Lynn Davies and inspiration of 1958 Empire & Commonwealth Games

Cardiff will host some of the Commonwealth’s elite athletes once again this weekend when the Cardiff University / Cardiff Half Marathon stages the inaugural Commonwealth Championships on Sunday.

It is the first time since 1958, when the Welsh capital hosted the sixth British Empire & Commonwealth Games, that the Commonwealth nations have sent some of their finest athletes to Cardiff. It promises to be another spectacular event with 18 nations taking part.

Sixty years ago there were 36 nations and territories at the Games with a total of 1,130 athletes and 228 officials taking part. This weekend there are almost 100 elite athletes in a field of 25,000 runners.

Watch images from 1958

The Cardiff Games introduced the Queen’s Baton Relay, a tradition that has continued all the way up to the Gold Coast earlier this year, and became known as the ‘Friendly Games’. They also proved to be an inspiration for one of Wales’ greatest sportsmen.

Queen’s Relay Message

Lynn Davies, currently President of the Welsh Sports Hall of Fame, had not long celebrated his 16th birthday when the Games opened at Cardiff Arms Park. Here he recalls going down to watch the athletics and the effect it had on him:

“I was living in Nantymoel and playing rugby at Ogmore Grammar School. My Uncle Harold got some tickets to go and watch the athletics at the Arms Park and took me with him. We had to take two busses to get there – a bone shaker to Bridgend and then a luxury coach to Cardiff.
“I had never seen athletics live before. I remember watching on TV Roger Bannister breaking the four minute mile in 1954, and had caught a few other glimpses, but it was all pretty new to me.
“The weather was beautiful and the setting was beautiful. There was a bright red cinder track surrounding a lush green infield at the home of Welsh rugby. I was fascinated by seeing everyone running around in track suits.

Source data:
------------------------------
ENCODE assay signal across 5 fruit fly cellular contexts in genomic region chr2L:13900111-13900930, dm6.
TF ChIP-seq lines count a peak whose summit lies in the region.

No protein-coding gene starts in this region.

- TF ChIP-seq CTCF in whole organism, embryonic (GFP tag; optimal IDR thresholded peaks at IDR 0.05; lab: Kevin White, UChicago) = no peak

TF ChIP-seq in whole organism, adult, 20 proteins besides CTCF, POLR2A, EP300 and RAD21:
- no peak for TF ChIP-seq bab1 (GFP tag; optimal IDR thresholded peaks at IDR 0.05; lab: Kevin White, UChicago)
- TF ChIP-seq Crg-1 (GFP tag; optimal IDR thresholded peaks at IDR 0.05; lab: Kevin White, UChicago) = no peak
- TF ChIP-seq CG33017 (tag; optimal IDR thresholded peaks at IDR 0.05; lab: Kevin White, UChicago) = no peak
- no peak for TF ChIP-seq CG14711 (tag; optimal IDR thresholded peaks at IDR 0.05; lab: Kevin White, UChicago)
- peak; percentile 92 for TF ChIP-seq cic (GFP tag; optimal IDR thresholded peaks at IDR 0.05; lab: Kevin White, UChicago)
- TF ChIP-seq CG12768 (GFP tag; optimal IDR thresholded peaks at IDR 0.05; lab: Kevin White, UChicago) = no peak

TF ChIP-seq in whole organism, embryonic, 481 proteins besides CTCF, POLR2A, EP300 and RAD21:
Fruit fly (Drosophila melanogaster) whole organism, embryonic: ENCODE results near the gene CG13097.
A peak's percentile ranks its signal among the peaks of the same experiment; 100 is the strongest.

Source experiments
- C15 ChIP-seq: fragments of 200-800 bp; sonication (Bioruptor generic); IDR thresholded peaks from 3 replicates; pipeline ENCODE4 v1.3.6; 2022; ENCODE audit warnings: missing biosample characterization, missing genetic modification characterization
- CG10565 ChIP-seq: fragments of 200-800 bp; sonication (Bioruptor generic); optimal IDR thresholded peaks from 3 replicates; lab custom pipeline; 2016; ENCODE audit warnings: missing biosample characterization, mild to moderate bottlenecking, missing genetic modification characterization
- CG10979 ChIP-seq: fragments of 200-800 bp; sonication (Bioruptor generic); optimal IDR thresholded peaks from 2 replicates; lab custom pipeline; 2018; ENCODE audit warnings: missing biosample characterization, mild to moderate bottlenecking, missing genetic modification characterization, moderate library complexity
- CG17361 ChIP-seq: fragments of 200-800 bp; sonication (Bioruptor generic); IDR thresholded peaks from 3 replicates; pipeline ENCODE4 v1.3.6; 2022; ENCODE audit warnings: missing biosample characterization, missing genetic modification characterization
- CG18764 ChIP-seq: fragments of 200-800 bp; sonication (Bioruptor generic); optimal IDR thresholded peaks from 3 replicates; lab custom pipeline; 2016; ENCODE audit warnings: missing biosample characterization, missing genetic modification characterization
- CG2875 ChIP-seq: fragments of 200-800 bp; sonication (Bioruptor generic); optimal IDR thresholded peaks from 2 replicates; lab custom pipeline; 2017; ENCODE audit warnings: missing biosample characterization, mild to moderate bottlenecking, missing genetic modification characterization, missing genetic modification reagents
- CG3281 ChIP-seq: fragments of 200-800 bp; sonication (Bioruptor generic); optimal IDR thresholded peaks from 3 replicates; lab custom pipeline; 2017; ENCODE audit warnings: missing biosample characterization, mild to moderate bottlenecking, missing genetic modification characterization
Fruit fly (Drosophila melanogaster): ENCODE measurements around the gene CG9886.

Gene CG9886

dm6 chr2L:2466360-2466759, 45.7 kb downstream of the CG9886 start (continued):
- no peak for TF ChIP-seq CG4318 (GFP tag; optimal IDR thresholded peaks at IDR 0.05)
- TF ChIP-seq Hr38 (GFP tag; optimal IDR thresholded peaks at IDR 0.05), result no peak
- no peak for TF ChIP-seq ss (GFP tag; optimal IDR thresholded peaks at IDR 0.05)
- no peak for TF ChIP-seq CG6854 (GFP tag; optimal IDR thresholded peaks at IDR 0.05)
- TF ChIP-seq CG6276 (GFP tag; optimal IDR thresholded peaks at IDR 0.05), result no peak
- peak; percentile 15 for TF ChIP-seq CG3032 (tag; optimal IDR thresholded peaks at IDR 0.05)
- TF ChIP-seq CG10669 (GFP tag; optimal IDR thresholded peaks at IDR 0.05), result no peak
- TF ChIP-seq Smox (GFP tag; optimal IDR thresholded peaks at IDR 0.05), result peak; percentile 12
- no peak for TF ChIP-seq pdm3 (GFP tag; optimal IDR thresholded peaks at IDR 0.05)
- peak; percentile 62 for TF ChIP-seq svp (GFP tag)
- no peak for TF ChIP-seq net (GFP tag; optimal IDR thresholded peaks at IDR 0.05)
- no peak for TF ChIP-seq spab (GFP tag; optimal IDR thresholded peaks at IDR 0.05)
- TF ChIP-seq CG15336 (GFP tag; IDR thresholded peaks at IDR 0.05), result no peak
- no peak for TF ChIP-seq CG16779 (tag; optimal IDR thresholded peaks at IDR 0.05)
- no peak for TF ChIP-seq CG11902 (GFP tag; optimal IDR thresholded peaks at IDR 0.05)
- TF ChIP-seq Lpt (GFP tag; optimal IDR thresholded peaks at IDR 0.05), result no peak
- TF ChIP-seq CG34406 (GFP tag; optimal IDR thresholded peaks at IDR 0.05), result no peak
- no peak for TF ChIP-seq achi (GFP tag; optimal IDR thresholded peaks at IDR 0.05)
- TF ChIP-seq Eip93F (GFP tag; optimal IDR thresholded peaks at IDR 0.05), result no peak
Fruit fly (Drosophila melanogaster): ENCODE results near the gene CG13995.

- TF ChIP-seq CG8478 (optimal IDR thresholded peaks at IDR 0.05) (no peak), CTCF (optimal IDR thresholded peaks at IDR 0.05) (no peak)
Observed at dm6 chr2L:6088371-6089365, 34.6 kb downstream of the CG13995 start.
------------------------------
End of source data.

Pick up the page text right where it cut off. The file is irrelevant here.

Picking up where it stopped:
“There were some great athletes in Cardiff. I remember Keith Gardiner, the Jamaican who won the 100 yards and the spring hurdles, then there was Tom Robinson, the only athlete from the Bahamas. The crowd really took to him and he won a silver in the 100 and gold in the 220 yards.
“Gert Potgeiter, the great South African 440 yard hurdler, set a world record and Aussie distance runner Dave Power did the 10,000 and marathon double. The day I went he just managed to hold off Welsh hero John Merriman to take the gold in the 10,000.
“It was an incredible race that was run on a boiling hot day with 30,000 fans packed inside the stadium. The noise they generated was incredible and almost pushed John to a gold medal. As it was, his silver was the only athletics medal Wales won.

“I waited around for John outside the main gate at the Arms Park with my autograph book. When he came out I went up and asked him for his autograph. I sat on the bus on the way home looking at this autograph and felt so inspired.
“When I got home I went down to the football pitch with my pals and we pretended to be sprinters and hurdlers rather than rugby players or footballers. Three years later I met Ron Pickering, who was the national coach for athletics in Wales, and he converted me from rugby to athletics.
“The next year I found myself sharing a room with John Merriman in Perth after being picked for Wales for the 1962 Commonwealth Games. He was a very quiet and modest guy.
“Ron Jones, who had also run in 1958, was next door. Two years later I went to the Tokyo Olympics and in the athletes village I met up with Keith Gardiner and Tom Robinson. They both said that Cardiff was the best Games they had ever been to.
“They loved being in the village at St Athan and had very fond memories of the time they spent in Wales.”